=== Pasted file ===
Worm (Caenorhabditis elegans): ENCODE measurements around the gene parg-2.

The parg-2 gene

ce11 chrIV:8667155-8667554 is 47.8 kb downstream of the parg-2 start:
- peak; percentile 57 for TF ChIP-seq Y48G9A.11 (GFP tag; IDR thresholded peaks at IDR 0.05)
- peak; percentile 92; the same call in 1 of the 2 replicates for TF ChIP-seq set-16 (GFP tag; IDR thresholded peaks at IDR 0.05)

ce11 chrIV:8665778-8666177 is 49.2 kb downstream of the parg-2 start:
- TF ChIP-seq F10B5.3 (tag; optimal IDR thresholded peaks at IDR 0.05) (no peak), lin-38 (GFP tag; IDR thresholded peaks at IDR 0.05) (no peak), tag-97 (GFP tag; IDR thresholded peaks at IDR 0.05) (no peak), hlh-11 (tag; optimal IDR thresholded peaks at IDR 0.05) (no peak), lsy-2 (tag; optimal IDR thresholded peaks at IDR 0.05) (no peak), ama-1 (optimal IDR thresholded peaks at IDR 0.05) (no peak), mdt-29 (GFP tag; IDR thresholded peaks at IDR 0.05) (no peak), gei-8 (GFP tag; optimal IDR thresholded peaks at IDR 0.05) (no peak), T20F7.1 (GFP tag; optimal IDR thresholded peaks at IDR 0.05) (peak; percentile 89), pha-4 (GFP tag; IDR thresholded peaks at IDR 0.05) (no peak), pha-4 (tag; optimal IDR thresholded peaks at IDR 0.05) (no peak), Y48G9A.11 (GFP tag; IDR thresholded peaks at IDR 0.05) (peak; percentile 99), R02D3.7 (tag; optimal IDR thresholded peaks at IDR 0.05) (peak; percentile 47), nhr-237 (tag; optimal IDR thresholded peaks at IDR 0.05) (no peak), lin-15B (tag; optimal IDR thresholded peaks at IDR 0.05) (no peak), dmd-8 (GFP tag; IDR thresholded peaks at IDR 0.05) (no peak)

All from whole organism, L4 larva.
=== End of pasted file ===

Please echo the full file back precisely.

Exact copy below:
Worm (Caenorhabditis elegans): ENCODE measurements around the gene parg-2.

The parg-2 gene

ce11 chrIV:8667155-8667554 is 47.8 kb downstream of the parg-2 start:
- peak; percentile 57 for TF ChIP-seq Y48G9A.11 (GFP tag; IDR thresholded peaks at IDR 0.05)
- peak; percentile 92; the same call in 1 of the 2 replicates for TF ChIP-seq set-16 (GFP tag; IDR thresholded peaks at IDR 0.05)

ce11 chrIV:8665778-8666177 is 49.2 kb downstream of the parg-2 start:
- TF ChIP-seq F10B5.3 (tag; optimal IDR thresholded peaks at IDR 0.05) (no peak), lin-38 (GFP tag; IDR thresholded peaks at IDR 0.05) (no peak), tag-97 (GFP tag; IDR thresholded peaks at IDR 0.05) (no peak), hlh-11 (tag; optimal IDR thresholded peaks at IDR 0.05) (no peak), lsy-2 (tag; optimal IDR thresholded peaks at IDR 0.05) (no peak), ama-1 (optimal IDR thresholded peaks at IDR 0.05) (no peak), mdt-29 (GFP tag; IDR thresholded peaks at IDR 0.05) (no peak), gei-8 (GFP tag; optimal IDR thresholded peaks at IDR 0.05) (no peak), T20F7.1 (GFP tag; optimal IDR thresholded peaks at IDR 0.05) (peak; percentile 89), pha-4 (GFP tag; IDR thresholded peaks at IDR 0.05) (no peak), pha-4 (tag; optimal IDR thresholded peaks at IDR 0.05) (no peak), Y48G9A.11 (GFP tag; IDR thresholded peaks at IDR 0.05) (peak; percentile 99), R02D3.7 (tag; optimal IDR thresholded peaks at IDR 0.05) (peak; percentile 47), nhr-237 (tag; optimal IDR thresholded peaks at IDR 0.05) (no peak), lin-15B (tag; optimal IDR thresholded peaks at IDR 0.05) (no peak), dmd-8 (GFP tag; IDR thresholded peaks at IDR 0.05) (no peak)

All from whole organism, L4 larva.